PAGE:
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Giant whale sharks have teeth on their eyeballs

The ocean's largest shark relies on vision more than previously believed.

Photo by Koichi Kamoshida/Getty Images
  • Japanese researchers discovered that the whale shark has "tiny teeth"—dermal denticles—protecting its eyes from abrasion.
  • They also found the shark is able to retract its eyeball into the eye socket.
  • Their research confirms that this giant fish relies on vision more than previously believed.
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The great white shark has surprising dining habits

Scientists are befuddled by where the shark gets most of its food.

Photo by Gerald Schömbs / Unsplash
  • A University of Sydney research team found that the great white shark spends an unexpectedly large amount of time feeding close to the sea bed.
  • The group examined the contents in the stomachs of 40 juvenile white sharks and found the remains of a variety of fish species that typically inhabit the sea floor or are buried in the sand.
  • The scientists hope that the information gained from this research will assist conservation and management efforts for the species.
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Chemists develop fast-degrading plastic for cleaner oceans

The researchers hope to develop a no-trace plastic to curtail marine pollution and ghost fishing.

(Photo: NOAA)
  • Cornell University chemists have developed a polymer with the strength of industrial-grade plastics but degrades quickly in sunlight.
  • They hope the plastic will one day be used to make fishing nets that leave no environmental trace.
  • Their research joins other programs and initiatives aimed at restoring our oceans.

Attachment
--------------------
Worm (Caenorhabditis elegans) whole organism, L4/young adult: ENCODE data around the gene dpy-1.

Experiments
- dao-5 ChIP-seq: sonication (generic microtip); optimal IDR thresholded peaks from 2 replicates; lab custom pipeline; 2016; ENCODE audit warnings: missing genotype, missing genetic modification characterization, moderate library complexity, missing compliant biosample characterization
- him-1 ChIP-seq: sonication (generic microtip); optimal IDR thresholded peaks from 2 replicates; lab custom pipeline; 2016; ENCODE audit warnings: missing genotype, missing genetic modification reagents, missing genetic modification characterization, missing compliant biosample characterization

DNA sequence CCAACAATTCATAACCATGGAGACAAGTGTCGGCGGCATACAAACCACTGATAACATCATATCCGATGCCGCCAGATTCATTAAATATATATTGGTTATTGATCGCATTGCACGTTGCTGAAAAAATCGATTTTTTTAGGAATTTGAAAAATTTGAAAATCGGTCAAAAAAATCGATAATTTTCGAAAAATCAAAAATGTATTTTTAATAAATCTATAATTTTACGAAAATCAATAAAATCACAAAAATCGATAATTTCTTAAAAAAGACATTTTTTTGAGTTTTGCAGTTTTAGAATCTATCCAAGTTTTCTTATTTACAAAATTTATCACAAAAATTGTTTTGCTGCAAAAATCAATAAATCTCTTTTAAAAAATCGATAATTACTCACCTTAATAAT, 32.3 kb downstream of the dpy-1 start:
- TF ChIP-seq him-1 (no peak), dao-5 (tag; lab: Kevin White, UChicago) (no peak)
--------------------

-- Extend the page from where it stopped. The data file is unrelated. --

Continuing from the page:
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Atomic bomb tests help scientists finally date sharks

Nuclear weapons, whale sharks, and how to use both to make eco-tourism more sustainable.

SCOTT TUASON/AFP via Getty Images
  • Scientists have finally determined the age of whale sharks using radioactive elements from bomb tests.
  • Using the new data, the age range of the animals' bones has now been determined.
  • The findings will help conservationists better maintain whale shark populations.
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Eating fish may have given Neanderthals brainpower

A new finding suggests Neanderthals were far from the big dumb brutes we make them out to be.

Photo by Walt Disney Television via Getty Images
  • Scientists have found evidence that the Neanderthals were eating large amounts of fish long before modern humans got to Europe.
  • Previously, it was thought that only modern humans were fishing on a large scale.
  • The findings show that the Neanderthals were more like us than most people think.
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